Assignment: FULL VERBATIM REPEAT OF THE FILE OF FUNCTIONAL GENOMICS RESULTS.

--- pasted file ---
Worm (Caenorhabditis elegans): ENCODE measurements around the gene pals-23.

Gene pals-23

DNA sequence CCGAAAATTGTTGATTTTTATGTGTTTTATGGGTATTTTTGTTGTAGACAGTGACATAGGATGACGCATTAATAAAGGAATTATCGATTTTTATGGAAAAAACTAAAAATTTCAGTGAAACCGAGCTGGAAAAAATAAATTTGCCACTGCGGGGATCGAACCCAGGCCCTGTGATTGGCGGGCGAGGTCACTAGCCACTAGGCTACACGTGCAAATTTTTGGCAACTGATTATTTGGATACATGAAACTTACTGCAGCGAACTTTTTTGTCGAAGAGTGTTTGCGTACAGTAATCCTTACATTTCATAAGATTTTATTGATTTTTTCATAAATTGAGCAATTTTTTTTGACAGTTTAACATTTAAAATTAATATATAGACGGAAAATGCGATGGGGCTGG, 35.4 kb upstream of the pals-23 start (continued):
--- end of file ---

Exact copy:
Worm (Caenorhabditis elegans): ENCODE measurements around the gene pals-23.

Gene pals-23

DNA sequence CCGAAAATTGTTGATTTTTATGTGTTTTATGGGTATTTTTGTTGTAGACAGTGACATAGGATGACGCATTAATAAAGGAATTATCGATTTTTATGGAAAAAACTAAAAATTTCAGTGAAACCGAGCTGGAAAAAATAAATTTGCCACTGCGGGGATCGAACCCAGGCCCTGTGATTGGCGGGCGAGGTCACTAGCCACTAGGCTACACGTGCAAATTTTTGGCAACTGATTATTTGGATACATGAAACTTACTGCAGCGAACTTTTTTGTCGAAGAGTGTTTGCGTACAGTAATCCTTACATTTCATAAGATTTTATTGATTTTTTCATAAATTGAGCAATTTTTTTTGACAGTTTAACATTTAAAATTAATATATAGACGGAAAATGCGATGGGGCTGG, 35.4 kb upstream of the pals-23 start (continued):